Total22.61661.14678.312,257.933,519.99

B. Maintenance Demonstration

New York has met the Limited Maintenance Plan air quality criteria requirement by demonstrating that its highest monitored design value is less than 85 percent (7.65 parts per million) of the CO standard of 9.0 parts per million. The highest monitored design value in the NYCMA CO area for the 2012-2013 design year was 2.5 parts per million at a monitoring site in New Jersey. The highest monitored design value measured in the New York State portion of the NYCMA CO area was 1.5 parts per million. In addition, New York commits to continued implementation of all other Federal and State measures already implemented as part of its CO SIP. Thus, according to the Limited Maintenance Guidance, emission projections are not required.

C. Monitoring Network

New York continues to operate its CO monitoring network and will continue to work with the EPA through the air monitoring network review process as required by 40 CFR Part 58 to determine the adequacy of its network. New York will continue annual reviews of its data in order to verify continued attainment of the NAAQS. As mentioned earlier, all of New York's 8-hour design values are well below the 9.0 ppm 8-hour NAAQS for CO with the highest monitor in the New York portion of the NYCMA reading 1.5 ppm, as shown in Table 2.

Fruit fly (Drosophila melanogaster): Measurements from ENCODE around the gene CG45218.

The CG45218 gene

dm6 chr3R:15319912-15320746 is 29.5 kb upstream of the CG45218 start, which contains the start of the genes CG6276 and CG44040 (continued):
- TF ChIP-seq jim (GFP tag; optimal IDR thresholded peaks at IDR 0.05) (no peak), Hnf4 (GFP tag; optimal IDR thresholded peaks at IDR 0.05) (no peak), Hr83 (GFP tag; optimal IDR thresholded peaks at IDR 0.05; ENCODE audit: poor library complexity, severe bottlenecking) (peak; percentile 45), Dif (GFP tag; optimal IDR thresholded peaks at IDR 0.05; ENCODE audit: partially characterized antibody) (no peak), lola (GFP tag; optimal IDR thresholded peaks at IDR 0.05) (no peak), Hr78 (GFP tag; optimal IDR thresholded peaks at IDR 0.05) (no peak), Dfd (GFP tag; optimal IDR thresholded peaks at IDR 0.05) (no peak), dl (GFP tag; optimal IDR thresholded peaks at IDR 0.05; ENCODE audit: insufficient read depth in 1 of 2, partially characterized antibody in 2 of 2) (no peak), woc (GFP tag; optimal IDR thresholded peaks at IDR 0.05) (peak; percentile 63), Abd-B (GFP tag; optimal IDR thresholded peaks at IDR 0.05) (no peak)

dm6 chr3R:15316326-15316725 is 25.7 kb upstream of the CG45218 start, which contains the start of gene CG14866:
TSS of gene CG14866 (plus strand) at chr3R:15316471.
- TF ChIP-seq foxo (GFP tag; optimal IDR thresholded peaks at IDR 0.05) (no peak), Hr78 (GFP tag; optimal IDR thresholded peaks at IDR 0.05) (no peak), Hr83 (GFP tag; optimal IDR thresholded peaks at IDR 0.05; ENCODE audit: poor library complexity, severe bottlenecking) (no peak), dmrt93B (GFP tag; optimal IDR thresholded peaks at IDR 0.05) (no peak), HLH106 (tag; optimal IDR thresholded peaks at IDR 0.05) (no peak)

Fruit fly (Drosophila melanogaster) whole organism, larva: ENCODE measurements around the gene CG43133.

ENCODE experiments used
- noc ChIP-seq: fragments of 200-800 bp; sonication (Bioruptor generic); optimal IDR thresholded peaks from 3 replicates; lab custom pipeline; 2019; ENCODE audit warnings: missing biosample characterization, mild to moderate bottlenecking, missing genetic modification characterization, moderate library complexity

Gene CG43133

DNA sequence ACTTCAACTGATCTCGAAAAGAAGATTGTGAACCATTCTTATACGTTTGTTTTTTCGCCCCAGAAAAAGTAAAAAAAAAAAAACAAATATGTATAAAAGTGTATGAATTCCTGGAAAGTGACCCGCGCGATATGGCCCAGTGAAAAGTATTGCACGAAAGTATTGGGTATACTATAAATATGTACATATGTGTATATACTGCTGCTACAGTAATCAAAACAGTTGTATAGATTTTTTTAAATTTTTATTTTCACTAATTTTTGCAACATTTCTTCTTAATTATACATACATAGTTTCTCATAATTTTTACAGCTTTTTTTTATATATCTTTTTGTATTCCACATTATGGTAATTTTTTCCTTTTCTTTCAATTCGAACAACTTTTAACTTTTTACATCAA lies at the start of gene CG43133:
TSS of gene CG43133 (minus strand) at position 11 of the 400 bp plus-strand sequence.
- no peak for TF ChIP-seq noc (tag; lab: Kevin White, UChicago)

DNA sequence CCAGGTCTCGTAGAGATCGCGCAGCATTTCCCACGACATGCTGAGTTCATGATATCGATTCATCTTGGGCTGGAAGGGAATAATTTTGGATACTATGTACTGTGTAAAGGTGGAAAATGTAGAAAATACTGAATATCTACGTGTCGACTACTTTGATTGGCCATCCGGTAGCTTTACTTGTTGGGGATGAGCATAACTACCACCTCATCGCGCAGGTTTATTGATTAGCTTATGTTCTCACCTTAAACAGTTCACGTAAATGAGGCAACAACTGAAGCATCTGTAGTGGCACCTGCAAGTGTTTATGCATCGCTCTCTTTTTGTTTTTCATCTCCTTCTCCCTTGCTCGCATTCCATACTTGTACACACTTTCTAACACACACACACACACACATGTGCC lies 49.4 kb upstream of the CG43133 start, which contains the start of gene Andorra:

Table 2—Design Values for CO in New York

[8-Hour standard—9 parts per million]

Monitoring location2012-2013 Design value (parts per million)
200th Street, Bronx1.5
160 Convent Ave., New York1.3
Queens College, Queens1.1

In its SIP revision, New York used the 2010-2011 design values. EPA reviewed more recent data in addition to the 2010-2011 data and found the maximum 2012-2013 design value for New York to be 1.5 ppm, which continues to show attainment of the NAAQS.Start Printed Page 16268

D. Verification of Continued Attainment

New York will verify that the New York portion of the NYCMA CO area continues to attain the CO NAAQS through an annual review of its monitoring data. If any design value exceeds 7.65 ppm, New York will coordinate with EPA Region 2 to verify and evaluate the data and then, if warranted, develop a full maintenance plan for the affected maintenance area.

E. Contingency Plan